MAGLANCO-SOCSARGEN Council, government proposal in 1999, until
the Bangsamoro Juridical Entity, a political arrangement in MOA-AD in
2009. So that if we count the number of tiers created and abolished
successively since the American period until these days including the
present ARMM and the proposed Bangsamoro in 2016, there were or
are already 24 tiers, units and entities.
In this regard, it was not surprising when Malacaang declared
three or four years ago that the ARMM is a failed political experiment.
Truth is, Mindanao and the Sulu Archipelago had been subjected to
continuing political experiments for 117 years, if we include the critical
year of 2016.
Before I present my conclusion as to why Mindanao and the Sulu
Archipelago is subjected to this morass of tier-making and tierchanging, as I would argue that the subject of substate presents a
relatively new mode of tier-making with its attendant politics with the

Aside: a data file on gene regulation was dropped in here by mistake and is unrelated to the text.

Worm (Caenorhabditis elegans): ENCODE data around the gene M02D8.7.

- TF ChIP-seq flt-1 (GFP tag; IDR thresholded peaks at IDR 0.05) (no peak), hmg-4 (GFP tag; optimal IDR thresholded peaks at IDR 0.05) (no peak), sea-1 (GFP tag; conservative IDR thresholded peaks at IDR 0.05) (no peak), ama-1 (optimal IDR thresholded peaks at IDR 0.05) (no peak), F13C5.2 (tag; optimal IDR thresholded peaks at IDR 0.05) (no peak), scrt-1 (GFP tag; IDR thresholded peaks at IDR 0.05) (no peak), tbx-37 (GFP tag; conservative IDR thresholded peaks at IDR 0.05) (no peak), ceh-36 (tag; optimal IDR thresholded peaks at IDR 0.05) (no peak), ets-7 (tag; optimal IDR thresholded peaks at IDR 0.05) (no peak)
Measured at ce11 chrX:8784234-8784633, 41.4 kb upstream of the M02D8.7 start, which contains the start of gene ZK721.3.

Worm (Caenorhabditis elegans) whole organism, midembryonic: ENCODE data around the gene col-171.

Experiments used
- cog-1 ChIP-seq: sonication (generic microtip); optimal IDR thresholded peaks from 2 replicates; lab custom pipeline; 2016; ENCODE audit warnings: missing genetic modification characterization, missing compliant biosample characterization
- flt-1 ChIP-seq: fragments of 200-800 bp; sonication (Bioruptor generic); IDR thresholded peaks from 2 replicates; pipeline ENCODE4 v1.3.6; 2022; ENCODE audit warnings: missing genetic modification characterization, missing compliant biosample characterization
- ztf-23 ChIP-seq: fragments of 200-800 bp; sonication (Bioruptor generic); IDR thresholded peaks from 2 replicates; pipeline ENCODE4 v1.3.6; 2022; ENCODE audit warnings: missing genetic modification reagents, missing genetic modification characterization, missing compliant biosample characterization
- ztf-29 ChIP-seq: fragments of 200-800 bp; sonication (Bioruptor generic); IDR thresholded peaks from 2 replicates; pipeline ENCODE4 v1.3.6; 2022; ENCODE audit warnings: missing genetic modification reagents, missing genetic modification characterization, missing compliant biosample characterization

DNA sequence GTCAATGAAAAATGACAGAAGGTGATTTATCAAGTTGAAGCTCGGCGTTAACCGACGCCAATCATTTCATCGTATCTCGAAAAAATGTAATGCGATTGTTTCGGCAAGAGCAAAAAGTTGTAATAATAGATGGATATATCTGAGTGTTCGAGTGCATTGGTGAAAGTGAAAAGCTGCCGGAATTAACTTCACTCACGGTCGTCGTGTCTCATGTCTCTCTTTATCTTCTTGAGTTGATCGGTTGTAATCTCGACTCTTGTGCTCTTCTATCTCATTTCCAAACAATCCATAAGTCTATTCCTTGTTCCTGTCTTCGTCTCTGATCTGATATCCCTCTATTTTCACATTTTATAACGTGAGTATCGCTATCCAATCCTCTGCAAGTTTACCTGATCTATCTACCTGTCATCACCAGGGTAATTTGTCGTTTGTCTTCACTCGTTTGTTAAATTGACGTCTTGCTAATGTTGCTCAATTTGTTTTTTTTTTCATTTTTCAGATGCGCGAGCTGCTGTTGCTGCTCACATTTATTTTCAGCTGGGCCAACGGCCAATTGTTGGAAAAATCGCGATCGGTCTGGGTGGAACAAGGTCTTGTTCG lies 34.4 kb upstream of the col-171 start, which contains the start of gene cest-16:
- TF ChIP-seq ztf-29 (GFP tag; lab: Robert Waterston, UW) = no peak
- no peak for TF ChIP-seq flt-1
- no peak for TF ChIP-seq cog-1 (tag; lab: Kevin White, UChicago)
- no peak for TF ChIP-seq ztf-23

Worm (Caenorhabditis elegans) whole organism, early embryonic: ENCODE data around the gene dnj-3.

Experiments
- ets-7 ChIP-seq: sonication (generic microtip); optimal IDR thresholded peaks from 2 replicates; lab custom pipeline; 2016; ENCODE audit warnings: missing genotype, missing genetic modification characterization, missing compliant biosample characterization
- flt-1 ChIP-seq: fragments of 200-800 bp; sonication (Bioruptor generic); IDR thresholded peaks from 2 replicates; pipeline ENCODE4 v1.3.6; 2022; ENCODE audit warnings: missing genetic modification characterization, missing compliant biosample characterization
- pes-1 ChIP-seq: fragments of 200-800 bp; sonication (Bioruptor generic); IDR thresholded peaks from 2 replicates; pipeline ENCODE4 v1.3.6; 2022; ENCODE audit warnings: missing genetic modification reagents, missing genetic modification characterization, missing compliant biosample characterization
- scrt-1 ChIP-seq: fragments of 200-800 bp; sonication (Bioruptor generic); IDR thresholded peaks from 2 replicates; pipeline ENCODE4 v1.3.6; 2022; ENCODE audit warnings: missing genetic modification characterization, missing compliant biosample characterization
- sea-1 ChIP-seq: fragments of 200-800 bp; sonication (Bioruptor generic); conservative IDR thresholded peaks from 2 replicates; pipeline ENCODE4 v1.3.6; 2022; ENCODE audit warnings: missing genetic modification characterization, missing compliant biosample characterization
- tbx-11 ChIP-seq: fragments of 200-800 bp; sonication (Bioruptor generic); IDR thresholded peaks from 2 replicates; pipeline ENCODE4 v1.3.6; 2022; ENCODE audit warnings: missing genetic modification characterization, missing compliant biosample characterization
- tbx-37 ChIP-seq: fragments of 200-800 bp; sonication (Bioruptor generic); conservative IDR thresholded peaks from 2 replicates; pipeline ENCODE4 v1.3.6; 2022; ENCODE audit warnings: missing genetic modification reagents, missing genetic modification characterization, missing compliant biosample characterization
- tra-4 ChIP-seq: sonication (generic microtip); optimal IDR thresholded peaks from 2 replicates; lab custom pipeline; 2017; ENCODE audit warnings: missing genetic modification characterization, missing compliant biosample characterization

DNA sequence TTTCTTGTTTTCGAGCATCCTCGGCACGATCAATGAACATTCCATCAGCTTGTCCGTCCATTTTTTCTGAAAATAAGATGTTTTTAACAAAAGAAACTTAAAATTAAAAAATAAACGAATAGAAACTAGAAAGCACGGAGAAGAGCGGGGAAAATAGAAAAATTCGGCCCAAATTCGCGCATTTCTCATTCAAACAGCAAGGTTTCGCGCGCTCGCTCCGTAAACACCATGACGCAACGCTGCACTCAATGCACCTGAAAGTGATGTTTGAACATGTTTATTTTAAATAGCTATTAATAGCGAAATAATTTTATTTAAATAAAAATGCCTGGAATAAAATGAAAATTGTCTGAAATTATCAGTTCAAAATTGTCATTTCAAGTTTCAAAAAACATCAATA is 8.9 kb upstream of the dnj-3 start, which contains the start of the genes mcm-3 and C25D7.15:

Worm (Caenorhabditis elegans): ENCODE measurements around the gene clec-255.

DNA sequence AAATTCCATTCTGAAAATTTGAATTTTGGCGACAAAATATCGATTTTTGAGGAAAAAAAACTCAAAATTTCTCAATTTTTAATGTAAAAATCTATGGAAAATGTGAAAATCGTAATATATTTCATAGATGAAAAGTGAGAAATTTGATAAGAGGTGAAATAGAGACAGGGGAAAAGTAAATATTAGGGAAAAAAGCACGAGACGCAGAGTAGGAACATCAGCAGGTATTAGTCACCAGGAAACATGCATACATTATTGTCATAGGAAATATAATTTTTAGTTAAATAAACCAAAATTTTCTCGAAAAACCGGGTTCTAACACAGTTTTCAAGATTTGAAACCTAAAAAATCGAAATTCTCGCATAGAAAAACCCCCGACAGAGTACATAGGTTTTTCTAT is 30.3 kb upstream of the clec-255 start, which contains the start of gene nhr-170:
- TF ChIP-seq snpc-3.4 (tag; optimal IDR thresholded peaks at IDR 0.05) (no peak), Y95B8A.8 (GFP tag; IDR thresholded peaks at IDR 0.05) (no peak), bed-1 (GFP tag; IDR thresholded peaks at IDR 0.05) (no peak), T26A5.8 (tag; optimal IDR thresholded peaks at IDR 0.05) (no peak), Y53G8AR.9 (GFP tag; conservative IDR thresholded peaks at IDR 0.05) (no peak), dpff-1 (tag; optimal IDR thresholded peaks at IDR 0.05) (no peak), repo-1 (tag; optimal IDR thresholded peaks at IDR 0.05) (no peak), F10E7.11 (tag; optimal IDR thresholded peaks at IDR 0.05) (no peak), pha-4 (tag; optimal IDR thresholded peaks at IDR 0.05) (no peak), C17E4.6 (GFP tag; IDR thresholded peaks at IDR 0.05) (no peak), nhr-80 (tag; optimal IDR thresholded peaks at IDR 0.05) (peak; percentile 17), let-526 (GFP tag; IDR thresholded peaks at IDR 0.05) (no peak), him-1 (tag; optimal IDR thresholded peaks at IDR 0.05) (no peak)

national government and its tendencies, as feared by many in
becoming a gateway of secession.
I would like to note that another paper that I wrote when the
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GMA administration was in its twilight year, after being bruised heavily
due to the bungled MOA-AD in 2008 in the Maguindanao massacre in
2009.

It is entitled The Philippines in the Bangsamoro Polity:

Breaking the Sisyphean Ordeal, I attached here as part of our


documents.
Here, with added but unimplemented tier called the BJE, that is
the Bangsamoro Juridical Entity, while increasing the number of
political experiments in the south, I articulated my frustrations after